Holt v. Terris

Filing 10

OPINION AND ORDER ACCEPTING the Magistrate Judge's Recommendation 8 and DENYING Petition for Habeas Corpus 1 . Signed by District Judge Laurie J. Michelson. (KJac)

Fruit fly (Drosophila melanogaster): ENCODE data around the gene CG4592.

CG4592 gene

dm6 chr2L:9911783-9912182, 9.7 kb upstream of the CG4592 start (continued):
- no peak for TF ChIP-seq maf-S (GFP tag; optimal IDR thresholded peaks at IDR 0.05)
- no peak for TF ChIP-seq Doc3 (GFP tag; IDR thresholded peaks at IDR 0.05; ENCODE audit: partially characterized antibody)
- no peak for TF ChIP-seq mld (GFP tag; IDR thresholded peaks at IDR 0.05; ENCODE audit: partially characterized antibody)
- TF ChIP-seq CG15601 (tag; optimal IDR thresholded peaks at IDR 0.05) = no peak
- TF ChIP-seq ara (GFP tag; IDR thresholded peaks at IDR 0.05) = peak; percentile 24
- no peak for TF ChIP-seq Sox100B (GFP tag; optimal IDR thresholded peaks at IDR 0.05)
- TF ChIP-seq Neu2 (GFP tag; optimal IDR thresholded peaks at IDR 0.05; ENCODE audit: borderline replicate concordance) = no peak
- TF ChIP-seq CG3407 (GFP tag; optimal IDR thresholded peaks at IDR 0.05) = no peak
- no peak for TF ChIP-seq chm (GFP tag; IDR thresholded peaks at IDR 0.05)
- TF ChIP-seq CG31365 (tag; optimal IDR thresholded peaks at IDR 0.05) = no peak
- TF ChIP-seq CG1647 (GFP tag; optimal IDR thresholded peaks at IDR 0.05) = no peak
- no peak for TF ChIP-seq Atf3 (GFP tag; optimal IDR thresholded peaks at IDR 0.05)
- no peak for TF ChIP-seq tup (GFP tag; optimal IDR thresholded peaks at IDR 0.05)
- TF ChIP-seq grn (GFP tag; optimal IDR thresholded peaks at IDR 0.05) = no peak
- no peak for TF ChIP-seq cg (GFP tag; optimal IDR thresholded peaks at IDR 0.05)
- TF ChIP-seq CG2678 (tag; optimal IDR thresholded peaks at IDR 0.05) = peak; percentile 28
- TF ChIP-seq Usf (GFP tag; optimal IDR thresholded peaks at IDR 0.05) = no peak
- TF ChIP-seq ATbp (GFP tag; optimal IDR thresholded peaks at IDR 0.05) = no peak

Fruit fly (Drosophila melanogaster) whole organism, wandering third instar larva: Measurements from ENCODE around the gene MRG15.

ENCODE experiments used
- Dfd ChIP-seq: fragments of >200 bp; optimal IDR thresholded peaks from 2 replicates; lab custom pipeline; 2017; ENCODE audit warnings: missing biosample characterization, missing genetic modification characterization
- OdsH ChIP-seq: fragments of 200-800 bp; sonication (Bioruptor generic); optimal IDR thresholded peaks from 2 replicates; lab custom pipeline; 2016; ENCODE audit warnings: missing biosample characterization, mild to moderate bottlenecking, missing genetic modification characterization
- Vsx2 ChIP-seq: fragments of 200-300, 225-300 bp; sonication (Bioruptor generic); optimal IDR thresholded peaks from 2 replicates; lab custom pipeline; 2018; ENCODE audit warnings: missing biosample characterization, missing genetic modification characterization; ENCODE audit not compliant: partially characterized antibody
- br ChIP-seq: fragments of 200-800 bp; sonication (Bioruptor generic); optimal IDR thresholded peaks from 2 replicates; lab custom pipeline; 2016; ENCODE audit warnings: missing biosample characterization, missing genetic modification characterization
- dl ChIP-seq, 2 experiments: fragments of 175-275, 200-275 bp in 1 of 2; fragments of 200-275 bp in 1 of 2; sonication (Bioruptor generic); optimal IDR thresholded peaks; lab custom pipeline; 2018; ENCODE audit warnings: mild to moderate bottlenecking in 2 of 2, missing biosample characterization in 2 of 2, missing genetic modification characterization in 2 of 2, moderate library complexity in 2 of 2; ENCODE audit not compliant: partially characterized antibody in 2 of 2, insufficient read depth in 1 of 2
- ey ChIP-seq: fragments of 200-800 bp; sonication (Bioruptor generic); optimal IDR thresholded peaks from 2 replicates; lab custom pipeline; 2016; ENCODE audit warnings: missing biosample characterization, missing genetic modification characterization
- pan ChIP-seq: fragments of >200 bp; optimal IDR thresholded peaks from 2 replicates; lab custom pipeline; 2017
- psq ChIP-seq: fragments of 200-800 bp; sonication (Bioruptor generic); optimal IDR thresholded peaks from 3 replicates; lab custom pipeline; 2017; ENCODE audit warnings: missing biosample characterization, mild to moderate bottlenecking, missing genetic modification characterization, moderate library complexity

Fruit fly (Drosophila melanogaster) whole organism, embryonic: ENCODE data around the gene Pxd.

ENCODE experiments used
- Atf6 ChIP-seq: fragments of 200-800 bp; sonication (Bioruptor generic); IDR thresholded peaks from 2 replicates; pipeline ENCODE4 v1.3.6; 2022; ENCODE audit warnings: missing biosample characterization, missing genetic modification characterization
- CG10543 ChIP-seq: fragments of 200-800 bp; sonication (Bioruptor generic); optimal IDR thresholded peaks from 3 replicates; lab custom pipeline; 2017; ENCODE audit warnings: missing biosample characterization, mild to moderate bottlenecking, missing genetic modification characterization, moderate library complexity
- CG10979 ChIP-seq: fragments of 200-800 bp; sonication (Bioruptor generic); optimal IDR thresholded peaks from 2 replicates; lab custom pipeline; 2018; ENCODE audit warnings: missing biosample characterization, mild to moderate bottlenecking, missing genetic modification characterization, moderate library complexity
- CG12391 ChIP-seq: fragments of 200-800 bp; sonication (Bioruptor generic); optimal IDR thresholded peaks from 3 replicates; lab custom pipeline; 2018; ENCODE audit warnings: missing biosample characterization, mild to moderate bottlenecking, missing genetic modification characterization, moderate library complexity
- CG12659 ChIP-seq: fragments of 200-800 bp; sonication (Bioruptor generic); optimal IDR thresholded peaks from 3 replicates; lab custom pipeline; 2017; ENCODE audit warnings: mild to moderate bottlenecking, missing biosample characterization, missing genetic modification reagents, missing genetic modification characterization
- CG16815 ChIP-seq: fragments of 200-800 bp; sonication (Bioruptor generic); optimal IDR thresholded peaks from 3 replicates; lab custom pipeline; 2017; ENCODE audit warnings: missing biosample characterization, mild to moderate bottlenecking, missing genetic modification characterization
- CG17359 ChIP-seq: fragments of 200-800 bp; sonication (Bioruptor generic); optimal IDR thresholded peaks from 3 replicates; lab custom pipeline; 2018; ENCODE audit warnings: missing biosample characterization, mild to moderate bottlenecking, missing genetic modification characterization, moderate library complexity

Download PDF